Video

Video Obama Goes to UN With Islamic State, Ebola on Agenda

President Obama goes to the United Nations General Assembly to rally nations to support a coalition against Islamic State militants in Iraq and Syria. He also will look for nations to back his plan to fight the Ebola virus in West Africa. As VOA White House correspondent Luis Ramirez reports, Obama’s efforts reflect new moves by the U.S. administration to take a leading role in addressing world crises.
Video

Video Migrants Caught in No-Man's Land Called Calais

The deaths of hundreds of migrants in the Mediterranean this week has only recast the spotlight on the perils of reaching Europe. And for those forunate enough to reach a place like Calais, France, only find that their problems aren't over. Lisa Bryant has the story.
Video

Video Westgate Siege Anniversary Brings Back Painful Memories

One year after it happened, the survivors of the terror attack on Nairobi's Westgate Shopping Mall still cannot shake the images of that tragic incident. For VOA, Mohammed Yusuf tells the story of victims still waiting for the answer to the question 'how could this happen?'
Video

Video Militant Assault in Syria Displaces Thousands of Kurds

A major assault by Islamic State militants on Kurds in Syria has sent a wave of new refugees to the Turkish border, where they were stopped by Turkish border security. Turkey is already hosting about 700,000 Syrian refugees who fled the civil war between the government and the opposition. But the government in Ankara has a history of strained relations with Turkey's Kurdish minority. Zlatica Hoke reports Turkey is asking for international help.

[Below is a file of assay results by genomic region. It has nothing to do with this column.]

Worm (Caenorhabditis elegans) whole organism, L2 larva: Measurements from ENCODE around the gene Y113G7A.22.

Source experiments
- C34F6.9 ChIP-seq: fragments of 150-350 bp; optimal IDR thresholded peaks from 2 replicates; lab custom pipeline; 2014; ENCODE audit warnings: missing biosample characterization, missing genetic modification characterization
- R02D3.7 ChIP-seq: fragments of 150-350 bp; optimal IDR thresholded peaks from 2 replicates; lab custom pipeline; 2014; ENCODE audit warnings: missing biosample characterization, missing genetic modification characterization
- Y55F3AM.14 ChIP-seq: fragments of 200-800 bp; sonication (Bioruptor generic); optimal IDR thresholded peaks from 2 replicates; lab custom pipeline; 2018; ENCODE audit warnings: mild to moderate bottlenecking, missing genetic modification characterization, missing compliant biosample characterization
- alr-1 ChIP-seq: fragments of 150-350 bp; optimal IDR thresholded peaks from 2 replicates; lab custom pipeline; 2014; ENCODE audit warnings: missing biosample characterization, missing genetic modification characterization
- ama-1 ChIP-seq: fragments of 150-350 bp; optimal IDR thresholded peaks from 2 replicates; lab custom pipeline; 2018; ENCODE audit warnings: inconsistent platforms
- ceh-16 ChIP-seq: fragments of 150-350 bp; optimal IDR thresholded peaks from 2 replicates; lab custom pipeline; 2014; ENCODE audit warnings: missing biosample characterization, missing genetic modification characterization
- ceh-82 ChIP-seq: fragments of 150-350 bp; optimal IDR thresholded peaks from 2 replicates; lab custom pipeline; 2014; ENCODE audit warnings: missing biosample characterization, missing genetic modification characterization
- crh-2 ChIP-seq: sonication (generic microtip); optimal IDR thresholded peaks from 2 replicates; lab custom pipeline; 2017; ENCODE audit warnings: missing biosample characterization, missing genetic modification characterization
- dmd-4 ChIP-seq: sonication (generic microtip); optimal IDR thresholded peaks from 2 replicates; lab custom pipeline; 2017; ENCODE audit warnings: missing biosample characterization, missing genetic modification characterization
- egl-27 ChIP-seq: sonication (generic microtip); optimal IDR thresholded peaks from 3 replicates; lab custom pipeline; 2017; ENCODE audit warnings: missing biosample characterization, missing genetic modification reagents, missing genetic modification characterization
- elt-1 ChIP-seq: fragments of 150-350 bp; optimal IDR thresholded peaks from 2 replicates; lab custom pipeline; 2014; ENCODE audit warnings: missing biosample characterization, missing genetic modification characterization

Video

Video Whaling Summit Votes to Uphold Ban on Japan Whale Hunt

The International Whaling Commission, meeting in Slovenia, has voted to uphold a court ruling banning Japan from hunting whales in the Antarctic Ocean. Conservationists hailed the ruling as a victory, but Tokyo says it will submit revised plans for a whale hunt in 2015. Henry Ridgwell reports from London.
Video

Video A Dinosaur Fit for Land and Water

Residents and tourists in Washington D.C. can now examine a life-size replica of an unusual dinosaur that lived almost a hundred million years ago in northern Africa. Scientists say studying the behemoth named Spinosaurus helps them better understand how some prehistoric animals adapted to life on land and in water. The Spinosaurus replica is on display at the National Geographic museum. VOA’s George Putic has more.
Video

Video Iraqi Kurdistan Church Helps Christian Children Cope find shelter in churches in the Kurdish capital, Irbil

In the past six weeks, tens of thousands of Iraqi Christians have been forced to flee their homes by Islamic State militants and find shelter in churches in the Kurdish capital, Irbil. Despite U.S. airstrikes in the region, the prospect of people returning home is still very low and concerns are starting to grow over the impact this is having on the displaced youth. Sebastian Meyer reports from Irbil on how one church is coping.


Carnage and mayhem are part of daily life in northern Nigeria, the result of a terror campaign by the Islamist group Boko Haram. Fears are growing that Nigeria’s government may not know how to counter it, and may be making things worse. More

AppleAndroid